With the offensive to reclaim the Iraqi city of Mosul now in its thirdmonth, smartphones are everywhere on the battlefield, where the appetite for selfie photos is proving to be irresistible — and problematic.

Troops and commanders pose atop tanks, Humvees, checkpoints and even on the front lines with bullets flying. They snap pictures of themselves with a mix of generals, civilians, reporters, priests, doctors, babies and anything associated with the Islamic State, including flags, detainees and bodies.

They document themselves with reality-show glee clearing Islamic State tunnels, hoisting salvaged weapons, pointing to graffiti, prisoners and corpses. The photos are far from an official archive of events. But as questions arise about the Iraqi military’s treatment of detainees and the bodies of dead fighters, amateur images may become evidence.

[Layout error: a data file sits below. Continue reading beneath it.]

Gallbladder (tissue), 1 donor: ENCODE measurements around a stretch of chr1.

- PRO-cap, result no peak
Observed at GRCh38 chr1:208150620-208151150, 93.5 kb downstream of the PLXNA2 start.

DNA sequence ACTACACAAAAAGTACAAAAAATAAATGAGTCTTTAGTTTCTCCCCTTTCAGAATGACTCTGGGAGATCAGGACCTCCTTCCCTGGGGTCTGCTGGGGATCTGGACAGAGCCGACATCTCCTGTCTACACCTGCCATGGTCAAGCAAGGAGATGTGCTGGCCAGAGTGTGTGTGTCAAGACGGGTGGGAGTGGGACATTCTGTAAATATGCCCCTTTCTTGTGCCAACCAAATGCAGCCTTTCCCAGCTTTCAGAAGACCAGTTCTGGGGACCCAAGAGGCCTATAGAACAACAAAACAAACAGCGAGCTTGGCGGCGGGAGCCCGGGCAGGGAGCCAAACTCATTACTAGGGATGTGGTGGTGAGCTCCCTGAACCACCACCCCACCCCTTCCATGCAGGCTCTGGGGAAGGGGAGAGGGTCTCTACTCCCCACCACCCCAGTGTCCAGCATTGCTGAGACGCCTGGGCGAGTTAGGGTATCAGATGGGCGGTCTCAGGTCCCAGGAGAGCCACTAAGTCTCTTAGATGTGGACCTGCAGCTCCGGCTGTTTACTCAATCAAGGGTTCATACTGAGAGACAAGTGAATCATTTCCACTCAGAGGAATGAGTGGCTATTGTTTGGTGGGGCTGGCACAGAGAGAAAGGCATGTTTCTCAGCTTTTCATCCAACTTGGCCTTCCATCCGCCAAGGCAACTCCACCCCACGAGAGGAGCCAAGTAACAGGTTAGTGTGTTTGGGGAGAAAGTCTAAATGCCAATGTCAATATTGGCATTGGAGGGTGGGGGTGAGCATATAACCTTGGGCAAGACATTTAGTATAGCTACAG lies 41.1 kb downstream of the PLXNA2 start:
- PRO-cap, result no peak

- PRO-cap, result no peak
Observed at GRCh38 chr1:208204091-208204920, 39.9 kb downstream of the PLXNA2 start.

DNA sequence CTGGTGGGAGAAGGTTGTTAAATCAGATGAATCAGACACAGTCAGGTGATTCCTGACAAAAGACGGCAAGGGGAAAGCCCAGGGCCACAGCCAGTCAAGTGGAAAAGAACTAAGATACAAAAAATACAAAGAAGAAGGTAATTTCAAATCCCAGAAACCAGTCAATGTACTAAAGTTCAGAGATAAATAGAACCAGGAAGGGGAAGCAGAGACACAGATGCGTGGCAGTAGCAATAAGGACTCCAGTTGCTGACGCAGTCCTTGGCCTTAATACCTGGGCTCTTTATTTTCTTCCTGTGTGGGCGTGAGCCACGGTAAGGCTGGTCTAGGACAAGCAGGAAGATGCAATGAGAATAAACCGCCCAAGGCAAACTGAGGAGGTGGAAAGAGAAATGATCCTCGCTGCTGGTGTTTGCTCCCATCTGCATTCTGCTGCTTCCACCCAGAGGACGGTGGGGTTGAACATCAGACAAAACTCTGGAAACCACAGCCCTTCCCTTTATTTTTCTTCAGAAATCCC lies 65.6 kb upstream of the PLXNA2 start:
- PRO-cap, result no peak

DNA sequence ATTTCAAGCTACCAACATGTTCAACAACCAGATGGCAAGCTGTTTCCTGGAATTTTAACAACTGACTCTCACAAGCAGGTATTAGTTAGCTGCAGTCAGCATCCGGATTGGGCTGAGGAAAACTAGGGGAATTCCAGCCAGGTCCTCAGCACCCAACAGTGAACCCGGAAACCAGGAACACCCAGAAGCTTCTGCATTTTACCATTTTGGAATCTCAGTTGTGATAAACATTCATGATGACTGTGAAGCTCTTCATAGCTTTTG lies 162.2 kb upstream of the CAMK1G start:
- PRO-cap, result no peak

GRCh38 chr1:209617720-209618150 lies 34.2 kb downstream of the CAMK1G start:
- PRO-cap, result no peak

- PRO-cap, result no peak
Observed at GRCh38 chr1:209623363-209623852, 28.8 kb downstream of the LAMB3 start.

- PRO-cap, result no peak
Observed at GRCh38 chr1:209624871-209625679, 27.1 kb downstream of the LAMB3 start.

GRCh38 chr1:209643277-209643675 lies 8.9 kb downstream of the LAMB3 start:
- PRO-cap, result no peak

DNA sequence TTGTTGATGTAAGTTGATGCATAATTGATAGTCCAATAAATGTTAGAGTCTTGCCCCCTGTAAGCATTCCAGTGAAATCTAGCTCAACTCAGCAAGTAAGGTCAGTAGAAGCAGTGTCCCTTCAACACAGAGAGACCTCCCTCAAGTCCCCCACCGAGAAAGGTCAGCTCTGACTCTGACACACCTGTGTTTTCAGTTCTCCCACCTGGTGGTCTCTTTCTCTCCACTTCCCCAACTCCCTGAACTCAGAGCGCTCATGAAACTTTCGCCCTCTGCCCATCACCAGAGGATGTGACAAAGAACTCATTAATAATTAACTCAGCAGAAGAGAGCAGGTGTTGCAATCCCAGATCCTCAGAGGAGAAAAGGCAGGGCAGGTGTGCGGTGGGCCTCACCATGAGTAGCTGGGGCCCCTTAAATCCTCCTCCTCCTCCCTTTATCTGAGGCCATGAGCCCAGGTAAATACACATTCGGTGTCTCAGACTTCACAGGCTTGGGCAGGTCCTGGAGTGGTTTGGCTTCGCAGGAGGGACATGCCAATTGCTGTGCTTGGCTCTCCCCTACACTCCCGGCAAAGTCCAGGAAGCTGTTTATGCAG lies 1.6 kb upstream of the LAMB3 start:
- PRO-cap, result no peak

Human Rights Watch has cited the amateur photos and videos in complaints about extrajudicial executions of prisoners and other abuses during the offensive.

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